Count our lucky stars, but brace for costly fuel

25 March 2012 - 02:03 By Matthew Lester
Matthew Lester
Matthew Lester

Everyone groaned about the increase in capital gains tax inclusion rates from 25% for individual taxpayers and 66.67% for companies and others. And there were few cheers for the increase in the primary residence allowance from R1.5-million to R2-million.

Perhaps that's because we have not seen any real growth in residential property prices in the past three years.

How much capital gain must a taxpayer make on the disposal of a primary residence to be worse off after the amendment? The answer is R3.5-million. There won't be many.

Years ago, when Maria Ramos was head of the national Treasury, the call was made that fuel taxes should comprise 35% of the price at the pump. So, with fuel prices around R11 a litre, that would be around R3.85 a litre. And pre-budget, the fuel levy was at R2.61 for petrol and R2.67 for diesel.

Finance Minister Pravin Gordhan could have ruled that fuel taxes are a tax on carbon emissions. But he didn't - instead opting for a very conservative 28c a litre increase, effective from April 1 2012. He has too much of a heart to hammer all South Africans, poor and rich, with the inflationary effects of a massive fuel tax increase.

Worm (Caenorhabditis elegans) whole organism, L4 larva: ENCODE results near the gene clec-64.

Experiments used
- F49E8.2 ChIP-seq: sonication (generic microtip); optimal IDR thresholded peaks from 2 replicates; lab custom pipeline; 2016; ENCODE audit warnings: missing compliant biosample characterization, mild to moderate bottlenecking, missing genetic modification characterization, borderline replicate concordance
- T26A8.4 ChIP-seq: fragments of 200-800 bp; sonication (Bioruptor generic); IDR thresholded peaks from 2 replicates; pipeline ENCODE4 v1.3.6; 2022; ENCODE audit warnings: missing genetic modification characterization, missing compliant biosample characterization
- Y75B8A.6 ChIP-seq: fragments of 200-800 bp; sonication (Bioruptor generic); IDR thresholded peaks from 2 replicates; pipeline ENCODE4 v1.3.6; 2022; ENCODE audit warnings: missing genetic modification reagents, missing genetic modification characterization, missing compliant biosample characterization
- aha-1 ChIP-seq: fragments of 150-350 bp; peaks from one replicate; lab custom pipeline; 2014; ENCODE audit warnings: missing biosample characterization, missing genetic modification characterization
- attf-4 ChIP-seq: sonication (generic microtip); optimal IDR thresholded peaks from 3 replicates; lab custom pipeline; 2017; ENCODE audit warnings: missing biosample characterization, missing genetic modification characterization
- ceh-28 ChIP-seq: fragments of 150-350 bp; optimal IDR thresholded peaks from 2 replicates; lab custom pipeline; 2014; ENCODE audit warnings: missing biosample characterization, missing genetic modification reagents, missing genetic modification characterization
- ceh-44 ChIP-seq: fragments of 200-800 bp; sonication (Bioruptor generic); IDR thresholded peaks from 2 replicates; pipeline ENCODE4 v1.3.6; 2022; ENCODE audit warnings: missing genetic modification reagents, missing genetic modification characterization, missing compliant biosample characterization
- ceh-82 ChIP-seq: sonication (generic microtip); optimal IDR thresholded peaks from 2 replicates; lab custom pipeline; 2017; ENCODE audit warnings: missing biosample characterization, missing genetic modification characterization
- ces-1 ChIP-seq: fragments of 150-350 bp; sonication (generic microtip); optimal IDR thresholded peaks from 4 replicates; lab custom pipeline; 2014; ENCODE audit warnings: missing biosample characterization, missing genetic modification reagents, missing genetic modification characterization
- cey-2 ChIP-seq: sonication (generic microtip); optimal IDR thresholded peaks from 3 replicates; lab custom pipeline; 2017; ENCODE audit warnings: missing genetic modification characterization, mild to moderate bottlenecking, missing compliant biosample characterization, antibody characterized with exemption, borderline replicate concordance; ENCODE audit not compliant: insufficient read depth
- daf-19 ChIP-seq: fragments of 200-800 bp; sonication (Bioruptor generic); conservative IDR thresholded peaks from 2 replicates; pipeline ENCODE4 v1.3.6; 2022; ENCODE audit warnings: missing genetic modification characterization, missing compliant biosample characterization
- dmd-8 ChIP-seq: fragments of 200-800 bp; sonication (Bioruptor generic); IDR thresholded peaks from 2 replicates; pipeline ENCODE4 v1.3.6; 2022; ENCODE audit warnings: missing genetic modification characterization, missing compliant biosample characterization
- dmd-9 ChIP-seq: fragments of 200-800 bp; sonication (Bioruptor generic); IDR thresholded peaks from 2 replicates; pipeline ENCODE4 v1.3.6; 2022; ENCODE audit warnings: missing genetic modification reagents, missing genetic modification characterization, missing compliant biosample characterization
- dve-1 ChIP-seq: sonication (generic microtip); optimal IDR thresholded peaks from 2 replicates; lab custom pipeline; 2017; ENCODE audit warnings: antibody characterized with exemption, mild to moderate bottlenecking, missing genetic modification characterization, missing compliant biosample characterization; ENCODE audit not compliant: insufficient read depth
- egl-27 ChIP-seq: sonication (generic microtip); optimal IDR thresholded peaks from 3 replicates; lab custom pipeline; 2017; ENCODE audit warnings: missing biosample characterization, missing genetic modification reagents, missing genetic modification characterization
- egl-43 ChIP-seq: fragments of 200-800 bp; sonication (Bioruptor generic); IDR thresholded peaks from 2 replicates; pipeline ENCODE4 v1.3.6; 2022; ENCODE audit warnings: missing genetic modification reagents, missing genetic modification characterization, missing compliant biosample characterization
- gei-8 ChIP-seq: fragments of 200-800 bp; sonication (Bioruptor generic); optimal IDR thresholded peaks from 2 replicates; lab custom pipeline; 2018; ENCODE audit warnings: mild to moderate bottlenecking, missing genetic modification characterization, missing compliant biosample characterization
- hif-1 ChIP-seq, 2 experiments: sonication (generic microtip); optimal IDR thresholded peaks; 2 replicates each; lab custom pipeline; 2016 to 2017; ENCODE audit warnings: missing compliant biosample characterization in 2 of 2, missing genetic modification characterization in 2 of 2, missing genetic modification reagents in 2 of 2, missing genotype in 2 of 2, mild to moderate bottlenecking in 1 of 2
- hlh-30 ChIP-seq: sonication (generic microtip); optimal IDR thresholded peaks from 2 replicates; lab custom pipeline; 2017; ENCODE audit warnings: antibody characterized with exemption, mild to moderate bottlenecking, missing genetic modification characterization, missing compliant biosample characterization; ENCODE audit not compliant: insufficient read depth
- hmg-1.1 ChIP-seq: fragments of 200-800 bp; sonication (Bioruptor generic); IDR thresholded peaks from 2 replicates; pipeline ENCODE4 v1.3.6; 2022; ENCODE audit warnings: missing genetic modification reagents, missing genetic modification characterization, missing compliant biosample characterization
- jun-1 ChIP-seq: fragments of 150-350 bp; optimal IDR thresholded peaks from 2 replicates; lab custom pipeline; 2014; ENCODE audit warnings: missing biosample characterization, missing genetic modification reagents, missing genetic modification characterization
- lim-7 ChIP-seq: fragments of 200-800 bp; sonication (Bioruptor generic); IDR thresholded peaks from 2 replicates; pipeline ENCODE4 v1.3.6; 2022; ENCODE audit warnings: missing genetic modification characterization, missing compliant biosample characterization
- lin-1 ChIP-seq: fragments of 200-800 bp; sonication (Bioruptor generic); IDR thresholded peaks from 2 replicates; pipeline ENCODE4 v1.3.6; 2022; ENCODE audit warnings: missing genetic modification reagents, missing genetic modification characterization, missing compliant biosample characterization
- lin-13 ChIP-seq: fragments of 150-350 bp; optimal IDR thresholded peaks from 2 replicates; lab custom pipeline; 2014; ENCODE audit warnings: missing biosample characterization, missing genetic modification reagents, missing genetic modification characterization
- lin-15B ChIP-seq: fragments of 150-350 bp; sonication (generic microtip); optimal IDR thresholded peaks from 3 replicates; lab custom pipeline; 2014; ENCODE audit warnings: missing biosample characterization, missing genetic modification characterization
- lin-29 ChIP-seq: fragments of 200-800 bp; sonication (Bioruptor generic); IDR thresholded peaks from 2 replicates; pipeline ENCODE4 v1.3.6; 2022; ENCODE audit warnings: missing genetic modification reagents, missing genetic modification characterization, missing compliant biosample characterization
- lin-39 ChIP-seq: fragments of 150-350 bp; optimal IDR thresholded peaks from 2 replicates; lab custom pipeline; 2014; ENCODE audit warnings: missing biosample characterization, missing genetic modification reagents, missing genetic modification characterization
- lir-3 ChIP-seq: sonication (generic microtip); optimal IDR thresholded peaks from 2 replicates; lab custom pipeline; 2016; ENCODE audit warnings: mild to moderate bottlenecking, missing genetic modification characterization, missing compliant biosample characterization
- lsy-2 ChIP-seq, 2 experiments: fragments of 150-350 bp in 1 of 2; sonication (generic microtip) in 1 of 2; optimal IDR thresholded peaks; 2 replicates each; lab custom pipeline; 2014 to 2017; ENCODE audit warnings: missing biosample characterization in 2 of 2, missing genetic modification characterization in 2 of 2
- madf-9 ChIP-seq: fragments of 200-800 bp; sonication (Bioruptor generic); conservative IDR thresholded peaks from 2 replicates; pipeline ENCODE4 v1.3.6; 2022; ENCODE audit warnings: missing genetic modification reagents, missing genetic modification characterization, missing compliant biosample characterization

I shudder to think of the fuel price increase for April. That's when South Africans will feel the recent increase in oil prices to the $120-plus-a-barrel range. That will take the fuel price close to R12 a litre.

Much is being written about the effects of oil prices on US President Barack Obama's prospects of re-election in November. As the US economy rallies, so do oil prices.

And we have not even got close to the upward pressure on oil prices that often starts around August, when the northern hemisphere starts to stock up for winter.

Then add in the inevitable increases associated with refinery and transport, and I predict that South Africa will be paying R14 a litre by Christmas! (But the tax component will be contained at about 20%, very conservative by world standards.)

The environmentalists want carbon emission taxes ASAP. But while energy prices skyrocket, I think the legislation will have to stay on the back burner.

  • Lester is a professor at the Rhodes Business School, Grahamstown. For more, see